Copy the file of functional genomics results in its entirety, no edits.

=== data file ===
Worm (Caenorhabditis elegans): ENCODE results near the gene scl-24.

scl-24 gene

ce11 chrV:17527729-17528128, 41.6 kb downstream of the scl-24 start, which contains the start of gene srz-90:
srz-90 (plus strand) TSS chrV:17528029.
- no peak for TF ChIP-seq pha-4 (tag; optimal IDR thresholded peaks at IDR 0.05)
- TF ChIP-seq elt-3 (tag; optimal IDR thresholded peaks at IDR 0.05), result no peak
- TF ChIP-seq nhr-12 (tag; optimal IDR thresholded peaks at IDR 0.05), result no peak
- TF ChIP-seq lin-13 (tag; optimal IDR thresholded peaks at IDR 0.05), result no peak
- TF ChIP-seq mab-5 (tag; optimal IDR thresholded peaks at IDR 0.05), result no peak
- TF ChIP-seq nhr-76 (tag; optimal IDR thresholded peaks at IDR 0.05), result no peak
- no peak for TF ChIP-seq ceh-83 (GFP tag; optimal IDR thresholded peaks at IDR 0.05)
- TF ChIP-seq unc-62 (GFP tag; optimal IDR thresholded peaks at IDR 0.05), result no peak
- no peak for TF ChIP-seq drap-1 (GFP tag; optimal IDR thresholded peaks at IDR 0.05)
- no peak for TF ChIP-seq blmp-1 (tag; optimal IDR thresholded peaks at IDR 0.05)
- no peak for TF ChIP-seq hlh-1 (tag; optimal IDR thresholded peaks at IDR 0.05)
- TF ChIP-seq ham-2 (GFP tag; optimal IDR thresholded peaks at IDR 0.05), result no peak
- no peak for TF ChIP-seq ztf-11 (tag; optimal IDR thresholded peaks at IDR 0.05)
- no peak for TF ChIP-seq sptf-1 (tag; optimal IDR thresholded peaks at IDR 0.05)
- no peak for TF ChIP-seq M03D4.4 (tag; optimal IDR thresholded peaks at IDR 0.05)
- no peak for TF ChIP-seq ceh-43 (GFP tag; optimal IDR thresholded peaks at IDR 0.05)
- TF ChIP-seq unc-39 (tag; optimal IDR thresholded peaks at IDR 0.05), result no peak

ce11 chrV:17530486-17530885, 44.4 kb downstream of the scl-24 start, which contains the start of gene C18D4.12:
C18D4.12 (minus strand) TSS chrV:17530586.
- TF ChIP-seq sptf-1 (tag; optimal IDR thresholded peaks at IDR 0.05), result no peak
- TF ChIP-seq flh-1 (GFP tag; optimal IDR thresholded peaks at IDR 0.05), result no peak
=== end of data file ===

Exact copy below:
Worm (Caenorhabditis elegans): ENCODE results near the gene scl-24.

scl-24 gene

ce11 chrV:17527729-17528128, 41.6 kb downstream of the scl-24 start, which contains the start of gene srz-90:
srz-90 (plus strand) TSS chrV:17528029.
- no peak for TF ChIP-seq pha-4 (tag; optimal IDR thresholded peaks at IDR 0.05)
- TF ChIP-seq elt-3 (tag; optimal IDR thresholded peaks at IDR 0.05), result no peak
- TF ChIP-seq nhr-12 (tag; optimal IDR thresholded peaks at IDR 0.05), result no peak
- TF ChIP-seq lin-13 (tag; optimal IDR thresholded peaks at IDR 0.05), result no peak
- TF ChIP-seq mab-5 (tag; optimal IDR thresholded peaks at IDR 0.05), result no peak
- TF ChIP-seq nhr-76 (tag; optimal IDR thresholded peaks at IDR 0.05), result no peak
- no peak for TF ChIP-seq ceh-83 (GFP tag; optimal IDR thresholded peaks at IDR 0.05)
- TF ChIP-seq unc-62 (GFP tag; optimal IDR thresholded peaks at IDR 0.05), result no peak
- no peak for TF ChIP-seq drap-1 (GFP tag; optimal IDR thresholded peaks at IDR 0.05)
- no peak for TF ChIP-seq blmp-1 (tag; optimal IDR thresholded peaks at IDR 0.05)
- no peak for TF ChIP-seq hlh-1 (tag; optimal IDR thresholded peaks at IDR 0.05)
- TF ChIP-seq ham-2 (GFP tag; optimal IDR thresholded peaks at IDR 0.05), result no peak
- no peak for TF ChIP-seq ztf-11 (tag; optimal IDR thresholded peaks at IDR 0.05)
- no peak for TF ChIP-seq sptf-1 (tag; optimal IDR thresholded peaks at IDR 0.05)
- no peak for TF ChIP-seq M03D4.4 (tag; optimal IDR thresholded peaks at IDR 0.05)
- no peak for TF ChIP-seq ceh-43 (GFP tag; optimal IDR thresholded peaks at IDR 0.05)
- TF ChIP-seq unc-39 (tag; optimal IDR thresholded peaks at IDR 0.05), result no peak

ce11 chrV:17530486-17530885, 44.4 kb downstream of the scl-24 start, which contains the start of gene C18D4.12:
C18D4.12 (minus strand) TSS chrV:17530586.
- TF ChIP-seq sptf-1 (tag; optimal IDR thresholded peaks at IDR 0.05), result no peak
- TF ChIP-seq flh-1 (GFP tag; optimal IDR thresholded peaks at IDR 0.05), result no peak